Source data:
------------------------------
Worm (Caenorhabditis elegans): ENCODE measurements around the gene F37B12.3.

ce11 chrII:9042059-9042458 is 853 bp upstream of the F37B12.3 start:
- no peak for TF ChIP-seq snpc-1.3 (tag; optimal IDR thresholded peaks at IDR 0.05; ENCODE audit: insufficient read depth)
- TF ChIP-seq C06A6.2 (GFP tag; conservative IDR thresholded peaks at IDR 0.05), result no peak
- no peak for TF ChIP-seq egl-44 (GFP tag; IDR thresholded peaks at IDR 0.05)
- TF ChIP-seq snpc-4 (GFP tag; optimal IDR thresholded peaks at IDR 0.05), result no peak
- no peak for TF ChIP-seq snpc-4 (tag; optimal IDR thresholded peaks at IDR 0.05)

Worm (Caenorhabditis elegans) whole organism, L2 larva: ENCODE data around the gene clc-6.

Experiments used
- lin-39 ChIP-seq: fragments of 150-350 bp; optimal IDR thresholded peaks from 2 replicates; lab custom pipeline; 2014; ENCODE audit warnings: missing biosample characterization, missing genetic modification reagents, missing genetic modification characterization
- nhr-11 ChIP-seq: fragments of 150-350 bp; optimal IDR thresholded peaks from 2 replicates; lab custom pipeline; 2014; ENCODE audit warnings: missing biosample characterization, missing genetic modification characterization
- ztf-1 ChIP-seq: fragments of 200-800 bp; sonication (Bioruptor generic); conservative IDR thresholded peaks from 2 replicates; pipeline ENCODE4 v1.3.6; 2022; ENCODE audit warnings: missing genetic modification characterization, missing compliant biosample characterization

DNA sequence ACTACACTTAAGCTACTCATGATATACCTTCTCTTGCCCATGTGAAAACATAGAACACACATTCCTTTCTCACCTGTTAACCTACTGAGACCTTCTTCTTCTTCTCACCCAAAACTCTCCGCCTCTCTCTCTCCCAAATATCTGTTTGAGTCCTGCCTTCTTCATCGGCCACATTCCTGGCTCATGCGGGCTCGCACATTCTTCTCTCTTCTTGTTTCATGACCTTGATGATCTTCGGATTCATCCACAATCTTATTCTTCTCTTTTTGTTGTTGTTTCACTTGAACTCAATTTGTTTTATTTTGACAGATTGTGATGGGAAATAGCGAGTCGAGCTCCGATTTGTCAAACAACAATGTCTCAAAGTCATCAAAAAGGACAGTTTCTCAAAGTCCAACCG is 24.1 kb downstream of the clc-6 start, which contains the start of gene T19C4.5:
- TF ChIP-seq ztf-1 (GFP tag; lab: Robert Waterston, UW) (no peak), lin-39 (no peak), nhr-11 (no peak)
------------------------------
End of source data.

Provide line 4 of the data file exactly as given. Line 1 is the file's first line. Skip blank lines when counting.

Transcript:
- TF ChIP-seq C06A6.2 (GFP tag; conservative IDR thresholded peaks at IDR 0.05), result no peak